Arts & Culture

Ninoy as Everyman according to Vince Tañada

Pinky Amador as Mrs. Argos, the bejewelled school head.

Ako Si Ninoy is Vince Tañada’s second film musical after Katips.

The first set the martial law experience into a musical. By turns, it is jarring, if, powerful. It got its fair share of movie audiences during its 2022 run.

Like Katips, Ako Si Ninoy is a solid partnership between composer Pipo Cifra with director Vince Tañada as lyricist.

The artistic duo with different backgrounds is destined for each other.

Lyricist knows what sounds he wants. Composer knows his audiences

The director who happens to be the lyricist has a big overview, if, complex structure for the musical.

A product of the UST Conservatory of Music, Cifra knows the country’s pop landscape only too well. It is where classical musicians make money while the rest try to survive on the purity of their art.

Ako si Ninoy isn’t just about the late martyr senator. It is also about the Filipino Everyman and his struggles to survive in his own country.

Don’t be surprised to see Ninoy’s life intertwined with the tales of overseas Filipino worker (OFW), a housewife, a teacher, a journalist, a labor leader, an activist, a doctor, a student, a teen star, a war veteran, and a child hero.

Tall order, isn’t it? Or is it a bit complicated for a two-hour musical?

To be fair, Tañada made something magical out of the unthinkable. The stories of the Filipino Everyman resonated well with the life of the late senator.

The comparison seems uncanny.

The Filipino laborers have to leave the country to feed their families through gainful employment.

Ninoy had to leave the country to escape political persecution.

The Filipino teacher has to survive a school head preoccupied with “the good, the true and the beautiful” while turning a blind eye to other faculty members gleefully defiling their students.

Tañada has a point.

1. Writer-director Vince Tañada and actor JK Labajo (as Ninoy) during the premiere night of Ako Si Ninoy.

In fact, Ninoy’s plight is common knowledge. Like most activists in this country, he has to be red-tagged and later to be set up for murder at broad day light.  

Then housewife Cory visiting her husband in a Nueva Ecija detachment is exactly what is happening to hundreds of spouses fighting for reforms in this country.

What Ninoy and his wife Cory had to go through while he was in prison are reasons enough to leave this country.  

While the Tales of Everyman may seem too laborious for a musical focusing on a national martyr, one gets Tañada point.

A straight forward retelling of Ninoy’s story will make for a boring storytelling. But if you connect his life with the common man, many can relate.

Now how does one connect with Tañada’s second filmed musical, Ako si Ninoy?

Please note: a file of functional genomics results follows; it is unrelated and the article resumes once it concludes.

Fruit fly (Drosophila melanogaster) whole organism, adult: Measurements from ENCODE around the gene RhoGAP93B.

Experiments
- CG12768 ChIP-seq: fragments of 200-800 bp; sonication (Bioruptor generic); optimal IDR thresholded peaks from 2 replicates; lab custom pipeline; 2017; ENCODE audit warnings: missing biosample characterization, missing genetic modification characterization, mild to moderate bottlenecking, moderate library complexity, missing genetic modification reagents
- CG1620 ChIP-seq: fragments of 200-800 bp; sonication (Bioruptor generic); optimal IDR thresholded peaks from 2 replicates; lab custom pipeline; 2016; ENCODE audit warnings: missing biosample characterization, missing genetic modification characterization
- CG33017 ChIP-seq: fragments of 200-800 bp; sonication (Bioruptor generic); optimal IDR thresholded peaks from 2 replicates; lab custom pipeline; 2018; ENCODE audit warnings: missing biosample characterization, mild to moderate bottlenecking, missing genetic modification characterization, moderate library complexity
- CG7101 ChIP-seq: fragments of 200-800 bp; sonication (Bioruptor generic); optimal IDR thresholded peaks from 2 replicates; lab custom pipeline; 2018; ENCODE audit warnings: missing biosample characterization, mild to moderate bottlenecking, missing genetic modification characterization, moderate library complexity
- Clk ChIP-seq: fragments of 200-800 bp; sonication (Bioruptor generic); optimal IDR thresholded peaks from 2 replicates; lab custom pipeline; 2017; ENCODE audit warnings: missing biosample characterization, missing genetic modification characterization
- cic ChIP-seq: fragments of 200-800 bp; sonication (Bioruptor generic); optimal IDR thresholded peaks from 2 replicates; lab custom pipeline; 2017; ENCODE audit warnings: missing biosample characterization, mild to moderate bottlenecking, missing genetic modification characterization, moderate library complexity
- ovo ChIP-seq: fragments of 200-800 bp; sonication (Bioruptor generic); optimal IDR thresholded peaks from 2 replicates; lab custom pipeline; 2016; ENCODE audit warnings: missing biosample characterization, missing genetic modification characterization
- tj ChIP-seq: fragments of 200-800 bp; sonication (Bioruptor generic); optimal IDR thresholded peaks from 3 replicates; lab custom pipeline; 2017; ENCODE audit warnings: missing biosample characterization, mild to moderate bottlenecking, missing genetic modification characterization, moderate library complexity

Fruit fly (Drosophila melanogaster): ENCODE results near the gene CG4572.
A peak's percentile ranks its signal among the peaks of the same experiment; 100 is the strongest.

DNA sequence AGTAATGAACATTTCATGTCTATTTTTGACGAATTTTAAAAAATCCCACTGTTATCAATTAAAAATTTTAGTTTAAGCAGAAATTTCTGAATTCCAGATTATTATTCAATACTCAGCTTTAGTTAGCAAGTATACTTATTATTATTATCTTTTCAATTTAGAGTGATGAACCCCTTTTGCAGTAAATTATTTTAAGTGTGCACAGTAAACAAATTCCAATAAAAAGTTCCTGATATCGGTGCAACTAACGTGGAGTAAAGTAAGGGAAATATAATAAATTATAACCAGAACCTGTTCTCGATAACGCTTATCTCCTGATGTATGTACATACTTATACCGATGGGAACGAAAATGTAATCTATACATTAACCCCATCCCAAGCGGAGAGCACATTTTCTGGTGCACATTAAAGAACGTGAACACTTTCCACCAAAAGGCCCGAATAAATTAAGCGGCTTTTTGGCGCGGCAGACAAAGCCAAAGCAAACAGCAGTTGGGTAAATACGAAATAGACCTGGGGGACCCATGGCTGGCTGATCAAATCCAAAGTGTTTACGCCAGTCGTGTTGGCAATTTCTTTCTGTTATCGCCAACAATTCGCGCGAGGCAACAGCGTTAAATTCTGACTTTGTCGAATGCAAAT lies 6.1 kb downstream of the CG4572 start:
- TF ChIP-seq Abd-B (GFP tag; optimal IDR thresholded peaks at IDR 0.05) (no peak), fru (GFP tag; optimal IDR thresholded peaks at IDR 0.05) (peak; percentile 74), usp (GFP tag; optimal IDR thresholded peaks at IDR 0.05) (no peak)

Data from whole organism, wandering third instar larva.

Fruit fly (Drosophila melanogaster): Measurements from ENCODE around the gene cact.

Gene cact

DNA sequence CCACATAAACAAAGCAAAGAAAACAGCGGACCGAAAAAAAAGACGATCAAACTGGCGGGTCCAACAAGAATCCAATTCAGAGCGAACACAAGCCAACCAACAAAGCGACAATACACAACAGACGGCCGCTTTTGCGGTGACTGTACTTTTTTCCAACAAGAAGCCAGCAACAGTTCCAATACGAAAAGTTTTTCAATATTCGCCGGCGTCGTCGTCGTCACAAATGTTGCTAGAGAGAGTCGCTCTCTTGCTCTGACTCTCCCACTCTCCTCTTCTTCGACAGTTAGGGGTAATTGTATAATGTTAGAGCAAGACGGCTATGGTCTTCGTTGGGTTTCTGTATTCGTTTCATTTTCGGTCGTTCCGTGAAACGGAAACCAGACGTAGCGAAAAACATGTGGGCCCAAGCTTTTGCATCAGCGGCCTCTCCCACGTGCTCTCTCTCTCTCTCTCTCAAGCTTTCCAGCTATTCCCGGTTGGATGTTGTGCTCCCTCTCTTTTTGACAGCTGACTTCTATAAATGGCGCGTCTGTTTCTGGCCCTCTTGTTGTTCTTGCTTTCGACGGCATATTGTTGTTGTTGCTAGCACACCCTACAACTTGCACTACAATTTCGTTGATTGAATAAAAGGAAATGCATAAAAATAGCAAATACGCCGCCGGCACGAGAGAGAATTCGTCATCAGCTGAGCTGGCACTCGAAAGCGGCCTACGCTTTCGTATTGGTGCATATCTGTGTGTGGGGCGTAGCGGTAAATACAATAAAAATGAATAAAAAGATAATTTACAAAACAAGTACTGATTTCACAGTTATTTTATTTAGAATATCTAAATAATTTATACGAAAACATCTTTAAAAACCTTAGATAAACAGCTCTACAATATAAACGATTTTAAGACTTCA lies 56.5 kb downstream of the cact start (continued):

The song numbers have melodic appeals all their own, not quite imaginative but fully serving the musical’s purpose.

For another, the singing ensemble can sing and not just act. It is gratifying to hear a fully realized choir swell to do justice to the martyr’s story.

Bodjie Pascua shines as the US-based  Filipino veteran who has learned to accept his fate in a foreign soil.

Johnrey Rivas pretty much reflects the Filipino who has to leave the country to give his family a better future.  He is a passionate actor and his singing blends perfectly with his character. Same is true with Marlo Mortel as the street rallyist.

Pinky Amador as the school head echoes a familiar personality. There is a touch of glibness and vulnerability in her approach. She managed to wrap up the role with a perfect sense of satire with funny moments coming as they did with perfect comic timing.

In this musical, Rebecca Quijano, the true-to-life Crying Lady, gets to re-enact the moment that made her famous when she screamed and cried upon seeing Ninoy being pumped with bullets in full view of the plane passengers on August 23, 1983.

As for the other members of the cast, Sarah Holmes is a perfect Cory and her character transitions find their mark in the musical.

As for JK Labajo as Ninoy, consider  it a major film debut. He managed to absorb the part and carve a moving portrait of the martyr as the vulnerable human fated for martyrdom.

Singing his own composition Buwan, Labajo found the perfect song that dramatized Ninoy’s prison life.  No doubt about it, it was a soul-wrenching moment for the musical.

With fairly good direction and an imaginative script by Tañada, Ako Si Ninoy is more than viewable. Its moving moments were not lost on the audience on its premiere night. They gave the members of the cast a cheering ovation.  

The music of Cifra is the essence of pop songs that connect. In this regard, he succeeds.

Art and life merge in the film with footages of the hair-raising Ninoy funeral flashed on screen and later on the ascension of Cory as the 11th president of the Philippines.

Tañada said: “The film is for those who believe in the truth. We have to fight disinformation. Meanwhile, we have to celebrate the Filipino spirit, not just Ninoy. The message of my film is that anybody can be a hero. You do not have to die to be a hero.”

Ako Si Ninoy opens in cinemas February 22.